Was Pory’s loyalty to the company, trying to diminish the association by the cover of a Dutch marque?  Or was his loyalty to the Earl of Warwick?  Possibly it was to the English Crown.  But, clearly Pory’s loyalties didn’t align with the White Lion who was sent back into the English channels with a letter suggesting a Spanish piracy, not to mention, a cargo that would confirm Pory’s words.

Why?  There are several reasons.

Just months before the African’s arrival, Samuel Argall, the acting Governor of Virginia, was ordered to return to England to face questioning from the King’s Privy Council regarding the suggestion Virginia was nothing more than a Pirate’s haven.   The thought of a Spanish Piracy by an English ship so soon might be the last straw to an English King’s already tarnished image with Spain.  Proof of a Spanish piracy would surely condemn the Virginia Company, giving King James good reason to revoke their patent.

Another reason…..there were two ships involved, two English Corsairs.  When the Treasurer arrived at Pointe Comfort carrying Africans just days after the White Lion, oddly the Treasurer was immediately turned away, or was the ship warned off?  The Treasurer, captained by Daniel Elfrith was owned by Robert Rich II, Earl of Warwick, one of the most influential and powerful men in England.  The Treasurer would sail for Bermuda, an island known to be under the Earl of Warwick’s hand, where he could control the secrecy of the situation.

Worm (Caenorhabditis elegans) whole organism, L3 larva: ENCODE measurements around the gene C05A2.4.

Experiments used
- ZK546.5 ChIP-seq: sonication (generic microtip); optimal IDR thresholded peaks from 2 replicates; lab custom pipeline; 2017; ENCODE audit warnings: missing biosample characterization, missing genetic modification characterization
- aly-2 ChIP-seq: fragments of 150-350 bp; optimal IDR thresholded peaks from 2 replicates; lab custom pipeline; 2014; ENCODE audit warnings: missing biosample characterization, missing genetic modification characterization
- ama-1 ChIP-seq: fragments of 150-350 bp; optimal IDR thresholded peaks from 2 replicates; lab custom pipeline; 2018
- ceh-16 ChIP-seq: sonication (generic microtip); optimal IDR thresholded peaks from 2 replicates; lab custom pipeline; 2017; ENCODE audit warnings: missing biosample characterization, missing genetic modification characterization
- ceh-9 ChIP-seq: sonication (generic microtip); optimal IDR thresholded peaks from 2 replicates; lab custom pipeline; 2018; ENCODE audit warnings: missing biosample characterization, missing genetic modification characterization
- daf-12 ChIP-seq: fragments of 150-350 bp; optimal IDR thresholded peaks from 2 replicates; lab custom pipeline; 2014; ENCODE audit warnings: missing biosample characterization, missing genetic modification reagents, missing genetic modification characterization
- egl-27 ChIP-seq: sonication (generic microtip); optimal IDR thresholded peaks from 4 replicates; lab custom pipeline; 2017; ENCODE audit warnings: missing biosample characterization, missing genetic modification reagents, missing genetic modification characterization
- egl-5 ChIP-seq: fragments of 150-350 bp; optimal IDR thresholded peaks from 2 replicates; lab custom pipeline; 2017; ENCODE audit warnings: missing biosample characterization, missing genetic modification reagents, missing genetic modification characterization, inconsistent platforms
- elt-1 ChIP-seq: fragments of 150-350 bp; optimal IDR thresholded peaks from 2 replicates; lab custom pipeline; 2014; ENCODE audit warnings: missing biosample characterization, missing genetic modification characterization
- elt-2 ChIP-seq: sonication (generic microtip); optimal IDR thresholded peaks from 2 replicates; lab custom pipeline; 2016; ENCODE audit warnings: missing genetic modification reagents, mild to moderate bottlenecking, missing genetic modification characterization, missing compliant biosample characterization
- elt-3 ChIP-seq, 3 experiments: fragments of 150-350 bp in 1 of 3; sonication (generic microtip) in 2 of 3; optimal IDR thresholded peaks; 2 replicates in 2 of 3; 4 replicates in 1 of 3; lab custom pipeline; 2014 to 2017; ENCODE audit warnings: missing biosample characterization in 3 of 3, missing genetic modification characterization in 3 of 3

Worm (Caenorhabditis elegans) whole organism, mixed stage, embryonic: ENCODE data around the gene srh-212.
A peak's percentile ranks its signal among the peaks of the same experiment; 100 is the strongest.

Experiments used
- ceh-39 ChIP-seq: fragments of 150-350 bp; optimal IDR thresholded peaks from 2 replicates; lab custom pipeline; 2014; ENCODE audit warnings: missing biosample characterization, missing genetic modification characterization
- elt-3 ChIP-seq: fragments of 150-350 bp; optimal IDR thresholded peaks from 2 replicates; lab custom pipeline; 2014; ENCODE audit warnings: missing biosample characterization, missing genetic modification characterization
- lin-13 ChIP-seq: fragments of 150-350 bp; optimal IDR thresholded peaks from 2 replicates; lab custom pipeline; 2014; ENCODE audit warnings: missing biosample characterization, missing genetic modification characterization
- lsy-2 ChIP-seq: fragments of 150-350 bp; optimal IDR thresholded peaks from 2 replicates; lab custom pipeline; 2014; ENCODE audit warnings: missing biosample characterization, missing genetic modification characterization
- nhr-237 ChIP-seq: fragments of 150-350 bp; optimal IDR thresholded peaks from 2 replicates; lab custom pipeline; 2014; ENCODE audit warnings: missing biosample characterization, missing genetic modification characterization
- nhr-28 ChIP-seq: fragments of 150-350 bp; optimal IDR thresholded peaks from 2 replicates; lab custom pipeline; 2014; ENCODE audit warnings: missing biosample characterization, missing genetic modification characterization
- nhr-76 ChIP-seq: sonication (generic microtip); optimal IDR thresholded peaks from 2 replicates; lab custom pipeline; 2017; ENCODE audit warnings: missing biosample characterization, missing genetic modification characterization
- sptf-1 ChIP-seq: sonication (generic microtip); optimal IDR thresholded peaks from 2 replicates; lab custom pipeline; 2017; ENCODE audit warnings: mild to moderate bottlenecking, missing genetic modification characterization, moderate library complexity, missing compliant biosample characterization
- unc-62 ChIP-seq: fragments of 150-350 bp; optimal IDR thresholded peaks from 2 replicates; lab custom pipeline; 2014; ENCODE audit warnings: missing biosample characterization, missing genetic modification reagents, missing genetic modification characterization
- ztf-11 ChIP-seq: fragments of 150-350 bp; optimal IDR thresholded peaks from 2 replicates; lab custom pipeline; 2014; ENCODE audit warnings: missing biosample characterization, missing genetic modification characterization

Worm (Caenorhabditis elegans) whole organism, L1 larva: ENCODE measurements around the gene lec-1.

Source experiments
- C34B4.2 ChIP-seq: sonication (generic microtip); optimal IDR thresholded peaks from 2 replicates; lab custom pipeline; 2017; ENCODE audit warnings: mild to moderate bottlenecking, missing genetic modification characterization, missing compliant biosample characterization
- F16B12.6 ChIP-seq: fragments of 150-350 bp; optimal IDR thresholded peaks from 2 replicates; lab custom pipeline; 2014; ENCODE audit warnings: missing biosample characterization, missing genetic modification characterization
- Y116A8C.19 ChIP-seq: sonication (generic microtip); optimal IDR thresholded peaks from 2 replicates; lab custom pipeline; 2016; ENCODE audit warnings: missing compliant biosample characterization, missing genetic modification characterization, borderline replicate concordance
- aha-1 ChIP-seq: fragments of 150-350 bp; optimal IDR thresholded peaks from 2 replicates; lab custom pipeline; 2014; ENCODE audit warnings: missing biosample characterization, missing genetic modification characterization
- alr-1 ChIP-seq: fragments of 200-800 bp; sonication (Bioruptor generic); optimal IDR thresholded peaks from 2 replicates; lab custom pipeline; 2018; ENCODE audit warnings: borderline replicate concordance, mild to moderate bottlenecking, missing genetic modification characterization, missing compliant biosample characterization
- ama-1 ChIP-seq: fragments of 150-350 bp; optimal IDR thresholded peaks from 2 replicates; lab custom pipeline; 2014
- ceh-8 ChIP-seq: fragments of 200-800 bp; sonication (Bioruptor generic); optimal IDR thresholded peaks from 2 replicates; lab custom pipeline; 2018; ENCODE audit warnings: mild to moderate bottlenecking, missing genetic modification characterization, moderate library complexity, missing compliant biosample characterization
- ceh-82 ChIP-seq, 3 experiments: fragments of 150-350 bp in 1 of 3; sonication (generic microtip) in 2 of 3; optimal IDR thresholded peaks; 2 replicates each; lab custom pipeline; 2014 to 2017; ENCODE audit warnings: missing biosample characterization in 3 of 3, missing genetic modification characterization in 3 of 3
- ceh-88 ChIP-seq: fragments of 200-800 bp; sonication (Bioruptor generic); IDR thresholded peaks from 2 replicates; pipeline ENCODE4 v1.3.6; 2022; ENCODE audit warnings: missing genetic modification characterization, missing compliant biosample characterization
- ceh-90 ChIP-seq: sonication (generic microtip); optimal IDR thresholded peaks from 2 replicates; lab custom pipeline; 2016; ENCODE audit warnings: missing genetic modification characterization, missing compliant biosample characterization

England would be tricky, as the White Lion was a common sight in the Port of Plymouth where the ship sat for years.  Reverend Jope had purchased the decayed White Lion from a member of his congregation, who captained the ship during the Elizabethan War between England and Spain 1585-1604.  In fact, it was the Port of Plymouth where Captain Jope re-launched the White Lion’s sails after the ten (10) years it took to refurbish the old war ship.    The White Lion, it’s captain and it’s crew were English, not Dutch as Pory’s letter would suggest and now their identities would need to be hidden under the association of a “Dutch” marque.

As fate would have it, the San Juan Bautista’s Captain Acuna, who reported the incident upon his arrival in Mexico, was kin to Count Gondomar, the Spanish Ambassador who was in the inner circle of England’s King James.  When the Spanish Captain Acuna makes claim to his kin that two English Corsairs pirated his San Juan Bautista just off the coast of Vera Cruz, Mexico stealing some fifty or sixty African slaves, Virginia becomes the target of Gondomar’s rage and demands retribution. For an English Captain in the year of 1619 the act of Spanish piracy would be a death sentence, for it was less than two years earlier Sir Walter Raleigh was be-headed for Spanish piracy, a result of Gondomar’s insistence under the Maritime Peace Treaty.
 

Continue to follow this blog as I reveal my findings while discovering Margaret.